IEA Bioenergy Country Reports 2018

IEA Bioenergy recently published in-depth analyses of current bioenergy state-of-art within different countries.

These country reports are based on IEA statistical data, combined with data and information provided by the IEA Bioenergy Executive Committee and its Tasks.

Each report is structured as follows:

  • Analysis of national policy framework and related renewable energy targets;
  • Total Primary Energy Supply (TPES) by resource and the contribution of bioenergy (IEA statistics 2016);
  • Relevant funding programs, major research institutes and projects;
  • Latest development trends within bioenergy.

Bioenergy policies and status of implementation – Europe

EU Policy framework

Europe country report opens with a summary of the Renewable Energy Directive (2009/28/EC) and its targets within European final energy consumption and transport sector by 2020.  To be counted within the transport target, biofuels need to meet specific sustainability criteria such as a lifecycle GHG emission reduction of at least 35% by 2017 and of 50% (up to 60% for new installations) afterward.

Alongside the Renewable Energy Directive, the amended Fuel Quality Directive (FQD) 2009/30/EC requires the road transport fuel mix in the EU to be 6% less carbon intensive than a fossil diesel and gasoline baseline by 2020. At the end of September 2015, Directive (EU) 2015/1513 (amending RED I and the Fuel Quality Directive) introduced an indicative 0.5% target for advanced biofuels (in reference for national targets) and confirmed the minimum of 60% GHG savings for biofuels produced in installations running after October 2015. A report from the EU Commission, along with a Staff Working Document, addressed the sustainability issue of biomass sources in electricity and heating & cooling sectors, prior to the definition of 2030 Climate and Energy Policy Framework targets as the first attempt to elaborate a comprehensive post-2020 policy framework.

A proposal of a new Renewable Energy Directive has been eventually agreed on June 14, 2018: it will enter in force on 1 January 2021. It envisages further strengthening sustainability criteria for biofuels used in transport as well as extending them to solid and gaseous biomass fuels used for power and heating & cooling production. A risk-based approach will be adopted with regard to forest biomass in order to minimise LULUCF (Land Use and Land use Change and Forestry).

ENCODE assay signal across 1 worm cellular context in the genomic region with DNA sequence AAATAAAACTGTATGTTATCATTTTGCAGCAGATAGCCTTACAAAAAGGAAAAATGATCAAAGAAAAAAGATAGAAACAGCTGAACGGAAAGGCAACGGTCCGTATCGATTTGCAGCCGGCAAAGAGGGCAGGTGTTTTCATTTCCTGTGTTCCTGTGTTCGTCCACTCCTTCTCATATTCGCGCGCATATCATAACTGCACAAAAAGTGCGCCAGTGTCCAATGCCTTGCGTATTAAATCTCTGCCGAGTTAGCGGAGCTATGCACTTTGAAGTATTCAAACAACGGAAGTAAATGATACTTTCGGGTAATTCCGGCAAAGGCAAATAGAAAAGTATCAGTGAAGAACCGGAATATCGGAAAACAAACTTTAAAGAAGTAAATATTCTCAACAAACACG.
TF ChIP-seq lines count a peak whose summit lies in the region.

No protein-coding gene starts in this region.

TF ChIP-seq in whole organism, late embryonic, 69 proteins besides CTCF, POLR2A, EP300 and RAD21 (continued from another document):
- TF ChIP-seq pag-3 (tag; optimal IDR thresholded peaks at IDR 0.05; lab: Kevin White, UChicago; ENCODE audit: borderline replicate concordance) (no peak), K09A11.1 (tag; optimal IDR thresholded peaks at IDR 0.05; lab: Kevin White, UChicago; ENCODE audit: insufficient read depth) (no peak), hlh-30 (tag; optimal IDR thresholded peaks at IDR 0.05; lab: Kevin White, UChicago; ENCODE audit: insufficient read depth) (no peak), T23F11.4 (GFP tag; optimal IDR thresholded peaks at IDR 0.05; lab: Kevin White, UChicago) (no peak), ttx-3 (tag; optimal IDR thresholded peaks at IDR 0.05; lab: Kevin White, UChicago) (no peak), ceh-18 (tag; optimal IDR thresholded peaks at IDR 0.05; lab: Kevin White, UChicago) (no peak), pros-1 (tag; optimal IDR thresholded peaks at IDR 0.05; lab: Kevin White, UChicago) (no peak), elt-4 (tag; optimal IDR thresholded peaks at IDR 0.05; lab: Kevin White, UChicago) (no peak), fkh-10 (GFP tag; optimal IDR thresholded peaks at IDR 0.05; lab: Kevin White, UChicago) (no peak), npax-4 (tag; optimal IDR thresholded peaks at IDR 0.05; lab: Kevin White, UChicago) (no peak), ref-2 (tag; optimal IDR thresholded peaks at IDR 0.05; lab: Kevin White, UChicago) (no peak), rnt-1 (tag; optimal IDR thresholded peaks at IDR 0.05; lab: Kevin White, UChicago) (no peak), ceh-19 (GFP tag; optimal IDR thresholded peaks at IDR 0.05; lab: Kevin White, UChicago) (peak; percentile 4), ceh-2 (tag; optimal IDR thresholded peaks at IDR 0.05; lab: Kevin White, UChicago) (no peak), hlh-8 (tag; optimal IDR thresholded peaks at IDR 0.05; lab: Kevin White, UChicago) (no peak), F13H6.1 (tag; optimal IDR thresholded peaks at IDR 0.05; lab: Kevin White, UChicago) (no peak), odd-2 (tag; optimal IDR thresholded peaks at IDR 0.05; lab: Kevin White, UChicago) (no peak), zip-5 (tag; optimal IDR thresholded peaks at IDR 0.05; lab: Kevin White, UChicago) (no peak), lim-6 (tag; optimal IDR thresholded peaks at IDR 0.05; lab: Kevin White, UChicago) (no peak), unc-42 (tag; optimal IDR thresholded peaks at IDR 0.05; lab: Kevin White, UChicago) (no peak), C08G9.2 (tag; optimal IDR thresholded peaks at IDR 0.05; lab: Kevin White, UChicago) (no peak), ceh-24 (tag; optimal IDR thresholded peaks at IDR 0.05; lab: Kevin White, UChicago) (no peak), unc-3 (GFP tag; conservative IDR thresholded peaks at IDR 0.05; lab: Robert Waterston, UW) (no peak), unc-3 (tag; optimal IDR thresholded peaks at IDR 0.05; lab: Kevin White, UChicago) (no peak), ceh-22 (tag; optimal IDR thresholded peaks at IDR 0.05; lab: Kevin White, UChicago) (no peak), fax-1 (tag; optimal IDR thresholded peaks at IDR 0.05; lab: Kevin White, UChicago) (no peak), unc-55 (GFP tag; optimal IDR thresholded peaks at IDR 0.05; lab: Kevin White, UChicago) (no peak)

Statistics explained

Figure 4 of the Europe Coountry Report of IEA Bioenergy. Development of total primary energy supply from bioenergy in the EU 1990 – 2016 (Source: World Energy Balances © OECD/IEA 2018)
Figure 4 of the Europe Country Report of IEA Bioenergy. Development of total primary energy supply from bioenergy in the EU 1990 – 2016 (Source: World Energy Balances © OECD/IEA 2018)

Speaking of 28 EU Member states, bioenergy represented about two thirds of renewable energy sources (5,881 PJ -Petajoules-, 8.8% on a total of 66,927 PJ) within 2016 TPES.

Considering a EU population of 511.3 million, each European citizen consumed 130.9 GJ/capita of TPES in 2016 (11.5 accounting for bioenergy consumption per capita).

Most of it (about 70%) derives from solid biofuels, followed by biogas, biodiesel, renewable municipal waste and biogasoline. Despite this, biogas was the one with the highest increasing trend between 2011 and 2016 (about 11%/y).

Concerning bioenergy distribution amongst different sectors, the share of bioenergy within the total consumption accounts for 5.6% in the production of electricity, for 4.4% in transportation sector (transport biofuels) and for 2.4% in overall fuel and heat consumption (whereas direct biomass stands for 15.0%).

To read the summary of all country reports click here.

To read the full Europe Country Report “European Union – 2018 update Bioenergy policies and status of implementation, including research focus related to bioenergy” click here.


Share This Post